Flag flies at cemetery in honor of Sgt. Dill

Wednesday, January 11, 2006
Tillman Dill (left) and son Ray Dill, both veterans, present the American Flag to fly at the Manila Cemetery in memory of their son and brother, Sgt. Garvin Dill. (Town Crier photo/Revis Blaylock)

It was with pride that Tillman Dill and Ray Dill of Manila presented a flag at the Manila Cemetery in honor of their son and brother, Sgt. Garvin Dill. Sgt. Dill's birthday was January 2.

"All gave some and he gave all," Veteran and cemetery board member R.J. Bennett said.

Sgt. Garvin Dill was the first reported casualty of the Cambodian invasion. Sgt. Dill was killed in action on May 25, 1970, and was laid to rest at the Manila Cemetery on May 30, 1970, at the age of 21.

"We are flying the flag with pride and in honor of Garvin," Bennett said.

Sgt. Dill was a 1967 graduate of Manila High School. He is the son of Tillman Dill and the late Drucill Dill, and the younger brother of Ray Dill.

He volunteered for the U.S. Army on July of 1969. He served with the 1st Calvary Division.

"He volunteered to serve in the military and he volunteered for a covert mission in Cambodia," Ray Dill said. "He took a group of men into Cambodia for a specific mission. It was accomplished and they were ambushed on the way out."

The medals and badges earned by Sgt. Dill in his year of service are very precious to his family. Dill received the Purple Heart Medal;the Bronze Star Medal with an Oak Leaf Cluster and V for Valor; the Army Commendation Medal with Valor; The National Defense Medal; the Vietnam Service Medal; the Good Conduct Medal; the Automatic Rifle Badge; the Machine Gun Badge; and the Combat Infantry Badge.

In 1989, 19 years after Sgt. Dill was killed in action, the family was most surprised to find a picture, and Sgt. Dill's name sketched on a piece of paper featured in the People's Magazine Extra Fall Edition.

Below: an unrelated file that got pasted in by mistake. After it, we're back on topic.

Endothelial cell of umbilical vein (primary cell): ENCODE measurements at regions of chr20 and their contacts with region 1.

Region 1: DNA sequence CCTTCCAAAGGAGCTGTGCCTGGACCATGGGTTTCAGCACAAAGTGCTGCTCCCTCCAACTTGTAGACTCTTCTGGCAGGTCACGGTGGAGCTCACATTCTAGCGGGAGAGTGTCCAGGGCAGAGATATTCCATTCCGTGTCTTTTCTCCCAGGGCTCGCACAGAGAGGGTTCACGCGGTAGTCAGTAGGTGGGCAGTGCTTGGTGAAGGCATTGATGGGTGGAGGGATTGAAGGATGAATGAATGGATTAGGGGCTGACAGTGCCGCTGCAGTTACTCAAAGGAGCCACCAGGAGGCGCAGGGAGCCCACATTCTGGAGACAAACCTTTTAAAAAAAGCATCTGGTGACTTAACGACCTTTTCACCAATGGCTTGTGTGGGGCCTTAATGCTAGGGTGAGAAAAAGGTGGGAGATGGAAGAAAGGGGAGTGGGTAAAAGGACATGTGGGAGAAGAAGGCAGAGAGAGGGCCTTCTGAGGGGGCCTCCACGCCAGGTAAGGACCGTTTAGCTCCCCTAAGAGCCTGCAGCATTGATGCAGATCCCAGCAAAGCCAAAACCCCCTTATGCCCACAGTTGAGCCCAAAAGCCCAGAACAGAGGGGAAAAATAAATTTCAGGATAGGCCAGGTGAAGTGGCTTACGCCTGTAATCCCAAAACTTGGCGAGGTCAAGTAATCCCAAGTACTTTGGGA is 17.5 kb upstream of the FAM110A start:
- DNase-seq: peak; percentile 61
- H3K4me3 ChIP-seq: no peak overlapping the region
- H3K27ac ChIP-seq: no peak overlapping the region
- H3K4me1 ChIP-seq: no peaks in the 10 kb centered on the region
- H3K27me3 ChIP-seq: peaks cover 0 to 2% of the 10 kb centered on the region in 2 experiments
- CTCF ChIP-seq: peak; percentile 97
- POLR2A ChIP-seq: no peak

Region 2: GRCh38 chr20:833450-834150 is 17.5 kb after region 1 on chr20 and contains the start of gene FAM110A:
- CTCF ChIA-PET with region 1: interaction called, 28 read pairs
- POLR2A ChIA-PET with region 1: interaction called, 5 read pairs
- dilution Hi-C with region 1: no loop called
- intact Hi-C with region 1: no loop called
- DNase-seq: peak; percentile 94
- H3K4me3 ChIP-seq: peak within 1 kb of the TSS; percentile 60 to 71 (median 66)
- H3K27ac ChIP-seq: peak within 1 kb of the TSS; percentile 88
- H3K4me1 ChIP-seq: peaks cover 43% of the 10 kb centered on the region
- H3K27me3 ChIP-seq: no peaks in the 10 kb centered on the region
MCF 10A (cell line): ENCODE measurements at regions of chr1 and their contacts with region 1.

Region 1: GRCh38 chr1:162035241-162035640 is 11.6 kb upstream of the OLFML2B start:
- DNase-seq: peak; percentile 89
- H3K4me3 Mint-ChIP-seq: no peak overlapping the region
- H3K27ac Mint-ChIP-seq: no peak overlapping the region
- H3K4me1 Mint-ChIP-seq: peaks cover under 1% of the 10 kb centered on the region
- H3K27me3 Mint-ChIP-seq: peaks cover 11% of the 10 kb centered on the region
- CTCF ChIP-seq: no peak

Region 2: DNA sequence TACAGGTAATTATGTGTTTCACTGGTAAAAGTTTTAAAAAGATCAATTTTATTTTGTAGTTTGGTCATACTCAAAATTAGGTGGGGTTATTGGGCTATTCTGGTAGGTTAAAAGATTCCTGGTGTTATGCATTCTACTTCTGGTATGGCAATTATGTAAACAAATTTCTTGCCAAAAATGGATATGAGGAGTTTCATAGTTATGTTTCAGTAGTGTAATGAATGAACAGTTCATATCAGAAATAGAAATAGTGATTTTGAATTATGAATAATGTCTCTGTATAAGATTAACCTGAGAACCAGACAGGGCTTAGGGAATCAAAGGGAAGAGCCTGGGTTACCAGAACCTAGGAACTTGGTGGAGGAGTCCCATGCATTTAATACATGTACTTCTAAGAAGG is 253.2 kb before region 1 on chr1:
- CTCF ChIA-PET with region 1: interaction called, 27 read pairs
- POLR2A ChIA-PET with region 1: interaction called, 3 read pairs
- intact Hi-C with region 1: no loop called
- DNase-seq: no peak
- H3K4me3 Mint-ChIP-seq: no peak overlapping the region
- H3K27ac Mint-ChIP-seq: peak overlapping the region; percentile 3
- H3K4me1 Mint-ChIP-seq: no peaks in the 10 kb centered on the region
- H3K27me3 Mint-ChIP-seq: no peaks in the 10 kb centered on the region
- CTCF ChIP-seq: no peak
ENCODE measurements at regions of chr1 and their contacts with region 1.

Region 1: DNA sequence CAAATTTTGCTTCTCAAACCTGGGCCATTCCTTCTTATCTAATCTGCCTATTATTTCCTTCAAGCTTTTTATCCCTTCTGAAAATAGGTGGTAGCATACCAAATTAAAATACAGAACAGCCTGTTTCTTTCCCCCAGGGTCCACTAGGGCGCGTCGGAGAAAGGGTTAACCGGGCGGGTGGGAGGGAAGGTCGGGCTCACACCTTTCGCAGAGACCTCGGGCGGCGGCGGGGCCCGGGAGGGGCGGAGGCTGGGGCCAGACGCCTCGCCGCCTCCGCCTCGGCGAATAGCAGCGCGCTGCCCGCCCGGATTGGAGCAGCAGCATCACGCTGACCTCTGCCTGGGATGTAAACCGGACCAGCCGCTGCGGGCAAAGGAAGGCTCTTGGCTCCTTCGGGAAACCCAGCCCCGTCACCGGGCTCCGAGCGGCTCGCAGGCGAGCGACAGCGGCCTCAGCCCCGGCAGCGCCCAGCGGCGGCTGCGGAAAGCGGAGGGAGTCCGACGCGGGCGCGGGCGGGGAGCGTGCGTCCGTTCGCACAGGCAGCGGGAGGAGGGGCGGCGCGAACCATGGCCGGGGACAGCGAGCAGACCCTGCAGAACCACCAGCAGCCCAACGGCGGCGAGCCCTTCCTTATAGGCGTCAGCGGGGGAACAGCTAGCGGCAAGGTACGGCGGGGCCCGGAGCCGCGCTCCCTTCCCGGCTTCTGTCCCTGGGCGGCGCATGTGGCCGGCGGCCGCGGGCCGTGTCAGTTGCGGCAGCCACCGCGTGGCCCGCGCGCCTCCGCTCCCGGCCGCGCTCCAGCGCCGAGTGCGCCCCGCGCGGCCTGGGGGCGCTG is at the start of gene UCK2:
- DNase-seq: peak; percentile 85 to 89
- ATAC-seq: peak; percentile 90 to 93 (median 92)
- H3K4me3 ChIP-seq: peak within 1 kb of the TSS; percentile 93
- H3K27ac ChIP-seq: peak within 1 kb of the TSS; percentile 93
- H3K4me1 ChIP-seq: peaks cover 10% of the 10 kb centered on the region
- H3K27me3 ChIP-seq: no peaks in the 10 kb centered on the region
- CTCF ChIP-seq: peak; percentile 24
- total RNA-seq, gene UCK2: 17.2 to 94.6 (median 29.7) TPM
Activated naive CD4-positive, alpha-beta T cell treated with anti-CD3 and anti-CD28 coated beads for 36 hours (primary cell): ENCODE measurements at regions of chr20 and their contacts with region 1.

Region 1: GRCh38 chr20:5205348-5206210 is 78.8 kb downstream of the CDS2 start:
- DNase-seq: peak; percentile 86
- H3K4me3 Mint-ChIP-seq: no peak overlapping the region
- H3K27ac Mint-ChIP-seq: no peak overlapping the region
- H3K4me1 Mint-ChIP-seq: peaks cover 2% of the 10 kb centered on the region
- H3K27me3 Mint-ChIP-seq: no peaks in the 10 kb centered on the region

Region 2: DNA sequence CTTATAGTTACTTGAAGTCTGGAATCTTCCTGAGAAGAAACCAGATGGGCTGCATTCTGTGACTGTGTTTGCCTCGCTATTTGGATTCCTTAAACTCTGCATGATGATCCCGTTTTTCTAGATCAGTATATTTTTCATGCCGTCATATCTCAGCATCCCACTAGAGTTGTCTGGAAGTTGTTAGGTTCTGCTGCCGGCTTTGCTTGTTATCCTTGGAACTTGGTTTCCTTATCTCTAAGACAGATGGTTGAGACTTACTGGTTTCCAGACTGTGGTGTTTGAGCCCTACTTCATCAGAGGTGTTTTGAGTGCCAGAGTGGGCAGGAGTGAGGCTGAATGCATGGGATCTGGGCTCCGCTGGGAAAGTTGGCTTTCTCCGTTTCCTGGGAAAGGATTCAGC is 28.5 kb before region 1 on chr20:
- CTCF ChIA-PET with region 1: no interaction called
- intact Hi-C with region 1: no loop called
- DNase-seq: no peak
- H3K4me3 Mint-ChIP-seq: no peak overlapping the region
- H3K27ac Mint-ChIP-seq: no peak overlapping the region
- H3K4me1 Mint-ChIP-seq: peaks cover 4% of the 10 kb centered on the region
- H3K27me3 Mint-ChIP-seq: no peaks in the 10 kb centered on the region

"My daughter was browsing through the magazine and found the article entitled Coming to Terms with Nam," Ray said. "In the article an unidentified American Veteran was trying to explain to his son about the war. A man's hands were holding a photograph of two men from the war and one was Garvin. Garvin had sent me the exact picture in a letter dated April 15, 1970, one month before he died. There was a slip of paper with the name "Garvin Dill imprinted from the Vietnam Monument on the mall in Washington, D.C. It was ironic of all of the thousands of names on the wall it was Garvin featured in the story."

Tillman Dill is a veteran of the U.S. Navy. He served from 1944 until 1946. Ray is also a U.S. Navy Veteran. He did two combat tours (two years, three months and one day) in Vietnam. He was with the Seabees MCB 11 A Company automatic Rifleman attached to the 3rd Marine Division.

"No war is ever over until every man and woman who has fought in it has died," Ray said. "I am thankful for my brother and the thousands like him who served our country. As we walk around enjoying our freedom, living safely we should stay behind our country and our men and women serving in the military.

"My brother, like so many others, died in honor of his country," Ray said.

Bennett said anyone that would like to fly a flag in honor of a veteran buried at the Manila Cemetery is welcome to contact him.

"We have a lot of veterans buried here but only a few who were killed in action," Bennett said.

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